A Grandfather on his eightieth birthday and his grand-daughter a mere quarter of a century old are the figureheads for the talented Barney Norris’s latest book, Turning For Home but don’t be mislead this is far deeper than the conventional birthday gathering where memories are both revived and made.
Robert Shawcross is eighty and despite the loss of his wife the year before he is holding his annual birthday party, the one Hattie his wife instigated when he was forty, originally conceived as an opportunity for the scattered family to gather. The party itself has diminished over the last few years with the decline in the older family members but Hattie’s sister Laura has taken up the baton and is there preparing the food for the gathering.
Robert is moved to reflect on his life, a civil servant he spent much of his time in Belfast and was there at the time of the Enniskellen bombing on Remembrance Sunday in 1987. A bomb which killed many civilians, missing the British Troops it was planned to kill. The reflection of this time is prompted by the arrest of the Sinn Fein Leader in 2014, the news hitting the press just before Robert’s big party. The Boston Tapes were recordings of interviews carried out with Loyalist and Republican paramilitaries between 2001 and 2006 on the understanding that they would not be published until the interviewee was dead, what it seems no-one had appreciated was that these men could implicate those still living, leading to the arrest of Gerry Adams following a police probe.
So we have real life events based on the ‘Troubles’ with both the Enniskellen bombing and the Boston Tapes but Barney Norris chooses smaller more intimate stories against this gigantic backdrop. We have Robert’s story, the part he thinks he played in the negotiations towards peace along with recognition that he was one small cog in a whole bigger wheel, told alongside his Grand-daughter, Kate’s tale whose far shorter life hasn’t been without its own struggles. Her story is less clear to begin with but with incremental revelations we see a young woman who had much to live for until tragedy struck and her life derailed leading to a spell in hospital. Kate’s story is of loss and of her search for something that perhaps will never materialise. This is a story of families who never really know the truth about each other and individuals who struggle with the gaps between the truth and hope.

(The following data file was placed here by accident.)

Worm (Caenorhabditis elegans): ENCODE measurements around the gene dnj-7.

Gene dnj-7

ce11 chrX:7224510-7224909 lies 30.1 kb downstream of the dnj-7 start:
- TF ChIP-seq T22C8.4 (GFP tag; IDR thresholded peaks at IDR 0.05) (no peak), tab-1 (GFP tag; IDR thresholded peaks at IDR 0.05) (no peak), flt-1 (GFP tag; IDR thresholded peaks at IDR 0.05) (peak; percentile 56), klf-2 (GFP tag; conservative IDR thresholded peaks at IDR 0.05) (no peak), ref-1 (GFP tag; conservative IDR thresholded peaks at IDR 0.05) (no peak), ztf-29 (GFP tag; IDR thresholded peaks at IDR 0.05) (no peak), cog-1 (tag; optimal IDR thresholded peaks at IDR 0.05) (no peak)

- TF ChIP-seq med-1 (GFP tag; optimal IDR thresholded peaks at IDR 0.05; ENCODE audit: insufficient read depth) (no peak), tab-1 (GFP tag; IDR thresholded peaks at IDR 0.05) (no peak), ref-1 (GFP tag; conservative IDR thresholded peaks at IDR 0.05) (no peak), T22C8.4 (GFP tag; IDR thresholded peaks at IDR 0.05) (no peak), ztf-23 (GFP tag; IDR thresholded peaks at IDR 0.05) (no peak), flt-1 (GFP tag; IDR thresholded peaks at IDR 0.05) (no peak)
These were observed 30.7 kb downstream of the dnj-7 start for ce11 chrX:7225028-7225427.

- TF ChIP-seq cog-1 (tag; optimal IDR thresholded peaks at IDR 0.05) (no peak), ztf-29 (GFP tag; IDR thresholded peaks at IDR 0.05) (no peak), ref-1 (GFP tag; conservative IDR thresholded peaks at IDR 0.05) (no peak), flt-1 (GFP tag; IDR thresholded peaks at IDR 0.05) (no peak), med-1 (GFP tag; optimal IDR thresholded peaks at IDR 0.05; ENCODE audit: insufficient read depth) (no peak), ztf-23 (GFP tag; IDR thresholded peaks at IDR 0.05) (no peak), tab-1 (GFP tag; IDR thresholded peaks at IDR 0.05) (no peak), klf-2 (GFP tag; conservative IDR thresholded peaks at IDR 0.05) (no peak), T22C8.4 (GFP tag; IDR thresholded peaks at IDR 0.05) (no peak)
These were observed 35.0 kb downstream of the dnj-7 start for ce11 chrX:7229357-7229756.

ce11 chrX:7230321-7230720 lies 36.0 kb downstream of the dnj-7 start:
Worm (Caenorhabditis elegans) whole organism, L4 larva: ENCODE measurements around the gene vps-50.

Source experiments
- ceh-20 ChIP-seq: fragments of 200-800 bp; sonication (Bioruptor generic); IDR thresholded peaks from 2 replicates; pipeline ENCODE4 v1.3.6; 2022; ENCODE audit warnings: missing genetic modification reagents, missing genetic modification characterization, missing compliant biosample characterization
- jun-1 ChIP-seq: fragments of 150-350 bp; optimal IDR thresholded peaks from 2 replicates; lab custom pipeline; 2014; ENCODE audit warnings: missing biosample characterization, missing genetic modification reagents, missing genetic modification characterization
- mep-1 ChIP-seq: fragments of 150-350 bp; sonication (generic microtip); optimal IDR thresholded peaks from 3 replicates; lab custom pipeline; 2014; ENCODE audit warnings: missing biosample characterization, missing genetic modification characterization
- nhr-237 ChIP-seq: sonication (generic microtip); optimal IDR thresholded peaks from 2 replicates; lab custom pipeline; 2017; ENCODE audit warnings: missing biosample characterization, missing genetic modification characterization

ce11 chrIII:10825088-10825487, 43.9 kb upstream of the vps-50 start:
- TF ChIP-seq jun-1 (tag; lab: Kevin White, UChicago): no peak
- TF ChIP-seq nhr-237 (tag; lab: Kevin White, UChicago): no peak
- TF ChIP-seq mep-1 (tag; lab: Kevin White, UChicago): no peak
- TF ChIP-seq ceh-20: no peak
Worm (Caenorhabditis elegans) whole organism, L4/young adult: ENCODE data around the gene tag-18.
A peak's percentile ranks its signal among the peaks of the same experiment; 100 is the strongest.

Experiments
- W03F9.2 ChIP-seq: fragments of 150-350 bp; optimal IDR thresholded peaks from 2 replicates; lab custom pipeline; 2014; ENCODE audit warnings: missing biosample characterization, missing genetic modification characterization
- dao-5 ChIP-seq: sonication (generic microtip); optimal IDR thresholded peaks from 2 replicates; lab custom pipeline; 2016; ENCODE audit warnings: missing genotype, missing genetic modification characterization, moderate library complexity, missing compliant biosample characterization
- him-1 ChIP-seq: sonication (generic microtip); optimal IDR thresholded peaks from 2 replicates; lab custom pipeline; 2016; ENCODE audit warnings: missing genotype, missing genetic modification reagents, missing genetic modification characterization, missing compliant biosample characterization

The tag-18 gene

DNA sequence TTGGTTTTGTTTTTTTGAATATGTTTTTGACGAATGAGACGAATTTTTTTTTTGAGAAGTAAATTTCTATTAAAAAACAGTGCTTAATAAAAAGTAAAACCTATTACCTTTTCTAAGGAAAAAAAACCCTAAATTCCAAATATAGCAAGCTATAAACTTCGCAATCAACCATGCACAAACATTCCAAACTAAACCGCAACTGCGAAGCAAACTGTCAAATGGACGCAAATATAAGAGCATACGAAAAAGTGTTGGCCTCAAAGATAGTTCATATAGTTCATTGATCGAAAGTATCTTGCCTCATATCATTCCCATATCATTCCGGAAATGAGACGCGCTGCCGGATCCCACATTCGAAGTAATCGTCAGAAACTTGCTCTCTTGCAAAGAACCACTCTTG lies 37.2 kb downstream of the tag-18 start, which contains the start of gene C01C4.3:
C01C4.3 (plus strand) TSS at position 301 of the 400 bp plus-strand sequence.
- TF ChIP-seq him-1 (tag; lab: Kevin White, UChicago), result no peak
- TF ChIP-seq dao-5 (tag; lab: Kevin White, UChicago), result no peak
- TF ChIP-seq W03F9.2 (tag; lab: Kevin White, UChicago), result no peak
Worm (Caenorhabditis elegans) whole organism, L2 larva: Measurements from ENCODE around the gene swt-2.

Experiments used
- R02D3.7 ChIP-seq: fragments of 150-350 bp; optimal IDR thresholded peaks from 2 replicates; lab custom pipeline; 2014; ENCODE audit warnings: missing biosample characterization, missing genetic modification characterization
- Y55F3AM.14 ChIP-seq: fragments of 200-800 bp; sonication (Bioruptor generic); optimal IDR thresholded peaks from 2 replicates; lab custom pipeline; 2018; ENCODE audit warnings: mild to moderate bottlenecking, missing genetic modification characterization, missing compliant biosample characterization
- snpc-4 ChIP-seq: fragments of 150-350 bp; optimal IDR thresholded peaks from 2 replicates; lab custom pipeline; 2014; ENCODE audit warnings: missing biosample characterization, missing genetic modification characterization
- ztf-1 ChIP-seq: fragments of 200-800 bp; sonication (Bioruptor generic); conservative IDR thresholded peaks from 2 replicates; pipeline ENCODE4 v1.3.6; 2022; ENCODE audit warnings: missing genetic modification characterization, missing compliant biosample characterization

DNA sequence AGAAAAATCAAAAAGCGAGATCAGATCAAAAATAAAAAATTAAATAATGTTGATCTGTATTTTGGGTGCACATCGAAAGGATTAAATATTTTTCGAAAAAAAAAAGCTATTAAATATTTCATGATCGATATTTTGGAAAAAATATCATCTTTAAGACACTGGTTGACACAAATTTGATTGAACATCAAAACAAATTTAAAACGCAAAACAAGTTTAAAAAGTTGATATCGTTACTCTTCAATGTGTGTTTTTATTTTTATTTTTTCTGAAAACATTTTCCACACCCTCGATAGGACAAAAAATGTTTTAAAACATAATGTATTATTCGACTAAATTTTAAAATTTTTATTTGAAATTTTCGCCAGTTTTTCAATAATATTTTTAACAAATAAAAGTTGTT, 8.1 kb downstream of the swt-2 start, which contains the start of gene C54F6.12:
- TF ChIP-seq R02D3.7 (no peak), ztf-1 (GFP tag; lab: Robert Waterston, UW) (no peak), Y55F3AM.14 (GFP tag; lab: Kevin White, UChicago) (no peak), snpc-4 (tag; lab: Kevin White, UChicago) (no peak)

And I think perhaps it’s very human as well. Isn’t the life of any person made up of the telling of two tales, after all? People live in the space between the realities of their lives and the hopes they have for them.
This is a deeply poignant book, as books about characters nearing the end of their life are bound to be in some respects but it also has a message of hope. That just because the space between reality and dreams is wider than we’d like shouldn’t stop us from trying. Kate’s story is painful to read at times but worth persevering with, seeming just as relevant to this reader as the wider canvas that is its backdrop.
Barney Norris gives us both stories, interspersed with extracts from the Boston tapes, with lyrical prose and real depth. The struggles the two character’s face being unique to them but the language used will strike a chord as it charts the rise and fall of human emotions that are common to all of our lives.
A fantastic tale of betrayal, of love and hope and all the great emotions we ride throughout our lifetimes bought down in scale reflected through two people’s eyes, hearts and minds.
I’d like to thank the publishers Transworld who allowed me to read a copy of Turning for Home before publication on 11 January 2018, a book I was keen to read having thoroughly enjoyed Barney Norris’s debut novel Five Rivers Met on a Wooded Plain as well as Anne Cater for inviting me to be part of this blog tour. This unbiased review is my thanks to them and of course the author, Barney Norris.
Don’t forget to catch the other stops on the Turning For Home Blog Tour which runs until 17 January 2018!